Holy Moly! Are these cool or what? I really dislike using the word rare, but these are RARE. You may see singles but hardly ever a pair. Not to mention they are very handsome. Officially called the PSCC-A-4 chair or pivoting task shell chair on adjustable contract base with casters. Designed by Charles and Ray Eames for Herman Miller and part of the Fiberglass Series. This task chair gets its unique look from the factory-made attached seat cushion and lumbar support which could be chosen in thick or thin pads or a combination of the two like this pair. Created out of the minds of the Eames to provide more comfort with its specifically designed pads so that it could potentially be used longer thereby providing more work productivity. Gee thanks Charles and Ray! Ha! These two are in the parchment colored fiberglass with rust colored Naugahyde pads and excellent condition. (Note: Dog not included!)
Charles Eames was born in St. Louis, Missouri in 1907. Ray Kaiser Eames was born in Sacramento, California in 1912. They met at Cranbrook Academy of Art in Michigan and were married in 1941. They moved together to California and continued their design work they began together at Cranbrook. A commission, which they acquired from the government during WWII to produce molded plywood splints and stretchers, launched a career producing iconic mid-century modern furnishings which are still fresh and sought after today. The Eames and their association with Herman Miller were the partnership of the century. If you want to learn more about Charles and Ray please visit Eames Office, the Eames Official website.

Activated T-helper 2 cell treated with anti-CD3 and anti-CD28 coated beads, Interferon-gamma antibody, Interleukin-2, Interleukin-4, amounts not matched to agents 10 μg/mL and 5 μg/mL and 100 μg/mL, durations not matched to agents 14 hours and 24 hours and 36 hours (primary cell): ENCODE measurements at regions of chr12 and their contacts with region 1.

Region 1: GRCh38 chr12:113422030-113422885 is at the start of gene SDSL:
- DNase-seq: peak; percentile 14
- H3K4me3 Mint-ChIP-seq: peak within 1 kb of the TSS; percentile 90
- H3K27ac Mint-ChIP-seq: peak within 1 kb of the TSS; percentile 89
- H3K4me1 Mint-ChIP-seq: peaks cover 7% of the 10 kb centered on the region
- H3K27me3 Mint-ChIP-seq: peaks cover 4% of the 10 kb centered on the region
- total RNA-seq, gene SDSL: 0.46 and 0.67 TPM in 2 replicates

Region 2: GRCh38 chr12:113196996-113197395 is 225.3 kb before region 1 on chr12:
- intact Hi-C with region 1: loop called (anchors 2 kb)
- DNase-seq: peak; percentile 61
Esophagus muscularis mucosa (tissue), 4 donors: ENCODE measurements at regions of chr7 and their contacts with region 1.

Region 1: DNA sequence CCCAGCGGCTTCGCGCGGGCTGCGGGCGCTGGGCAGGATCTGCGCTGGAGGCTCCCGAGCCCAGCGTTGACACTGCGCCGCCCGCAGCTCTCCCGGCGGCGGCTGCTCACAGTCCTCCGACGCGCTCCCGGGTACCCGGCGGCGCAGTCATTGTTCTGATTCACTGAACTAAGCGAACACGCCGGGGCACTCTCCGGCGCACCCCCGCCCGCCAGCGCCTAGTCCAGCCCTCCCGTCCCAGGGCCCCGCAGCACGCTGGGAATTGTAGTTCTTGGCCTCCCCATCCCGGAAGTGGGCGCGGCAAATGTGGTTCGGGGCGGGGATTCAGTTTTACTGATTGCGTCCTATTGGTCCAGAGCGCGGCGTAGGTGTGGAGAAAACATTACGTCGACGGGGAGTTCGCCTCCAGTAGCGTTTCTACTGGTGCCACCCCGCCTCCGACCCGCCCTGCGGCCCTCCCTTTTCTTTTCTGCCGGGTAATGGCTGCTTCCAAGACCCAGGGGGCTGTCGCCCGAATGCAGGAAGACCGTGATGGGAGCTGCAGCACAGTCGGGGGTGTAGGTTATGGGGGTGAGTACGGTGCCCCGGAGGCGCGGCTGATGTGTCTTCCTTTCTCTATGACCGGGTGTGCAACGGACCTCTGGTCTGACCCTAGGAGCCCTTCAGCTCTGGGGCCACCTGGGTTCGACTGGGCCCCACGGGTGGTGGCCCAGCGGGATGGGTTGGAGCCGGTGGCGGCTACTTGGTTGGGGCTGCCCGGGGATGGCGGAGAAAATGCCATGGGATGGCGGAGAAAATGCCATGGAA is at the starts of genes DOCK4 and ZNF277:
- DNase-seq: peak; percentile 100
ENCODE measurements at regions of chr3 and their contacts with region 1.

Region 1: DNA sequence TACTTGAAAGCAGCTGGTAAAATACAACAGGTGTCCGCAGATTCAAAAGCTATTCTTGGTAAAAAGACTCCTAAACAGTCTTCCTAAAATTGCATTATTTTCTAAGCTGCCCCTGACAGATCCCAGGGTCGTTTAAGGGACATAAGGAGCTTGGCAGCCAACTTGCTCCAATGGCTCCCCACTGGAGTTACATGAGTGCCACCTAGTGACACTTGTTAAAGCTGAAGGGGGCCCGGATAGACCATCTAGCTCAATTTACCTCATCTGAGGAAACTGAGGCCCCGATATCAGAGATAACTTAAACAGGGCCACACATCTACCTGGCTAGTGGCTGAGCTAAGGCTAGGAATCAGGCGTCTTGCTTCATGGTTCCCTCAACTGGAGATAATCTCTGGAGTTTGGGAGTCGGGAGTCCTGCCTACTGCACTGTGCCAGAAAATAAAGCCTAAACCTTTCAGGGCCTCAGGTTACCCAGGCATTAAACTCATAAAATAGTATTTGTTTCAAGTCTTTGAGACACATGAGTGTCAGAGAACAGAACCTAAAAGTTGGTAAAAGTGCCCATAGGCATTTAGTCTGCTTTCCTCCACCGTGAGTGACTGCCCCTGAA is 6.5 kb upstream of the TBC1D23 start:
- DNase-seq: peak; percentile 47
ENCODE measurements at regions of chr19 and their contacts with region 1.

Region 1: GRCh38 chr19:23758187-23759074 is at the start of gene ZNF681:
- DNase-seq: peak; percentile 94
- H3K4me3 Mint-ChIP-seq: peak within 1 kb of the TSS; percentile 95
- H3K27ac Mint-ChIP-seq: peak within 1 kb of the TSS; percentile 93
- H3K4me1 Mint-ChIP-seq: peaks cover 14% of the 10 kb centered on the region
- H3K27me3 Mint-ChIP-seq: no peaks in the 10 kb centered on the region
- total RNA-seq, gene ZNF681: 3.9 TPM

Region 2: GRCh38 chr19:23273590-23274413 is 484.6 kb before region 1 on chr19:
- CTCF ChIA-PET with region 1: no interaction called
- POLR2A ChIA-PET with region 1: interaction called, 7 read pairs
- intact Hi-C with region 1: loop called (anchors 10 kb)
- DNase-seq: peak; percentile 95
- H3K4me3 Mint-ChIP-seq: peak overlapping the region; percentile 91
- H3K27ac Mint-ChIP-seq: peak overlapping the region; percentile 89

Herman Miller started life as Star furniture Co. in Zeeland, Michigan in 1905 a producer of high-quality furniture. Becoming Michigan Star Furniture Co in 1919, and then in 1923, when long time employee Dirk Jan De Pree and his father-in-law purchased 51% of the company stock, it was renamed Herman Miller Furniture Company. And remained so until the 1960s when it became Herman Miller, Inc. Until the 1930s they produced only traditional wood furniture, but the Great Depression caused a need for change and they hired modernist Gilbert Rohde who took the company in a new successful direction. Upon Rohde’s death in 1944 he was replaced by none other than the renowned George Nelson. Working with the likes of not only Charles and Ray Eames but Isamu Noguchi, Alexander Girard, and Robert Propst, to name just a few, Nelson lead Herman Miller to became one of the finest names in furniture and design.